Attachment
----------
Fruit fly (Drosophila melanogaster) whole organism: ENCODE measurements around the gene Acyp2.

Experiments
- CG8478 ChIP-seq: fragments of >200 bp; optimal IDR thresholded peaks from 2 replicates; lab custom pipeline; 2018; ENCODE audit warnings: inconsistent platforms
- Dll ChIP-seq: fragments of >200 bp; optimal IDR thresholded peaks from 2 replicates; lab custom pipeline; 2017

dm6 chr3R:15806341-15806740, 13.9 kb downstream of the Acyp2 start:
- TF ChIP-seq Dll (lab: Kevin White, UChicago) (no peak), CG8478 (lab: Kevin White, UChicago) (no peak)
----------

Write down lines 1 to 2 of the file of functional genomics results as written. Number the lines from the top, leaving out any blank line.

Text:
Fruit fly (Drosophila melanogaster) whole organism: ENCODE measurements around the gene Acyp2.

Experiments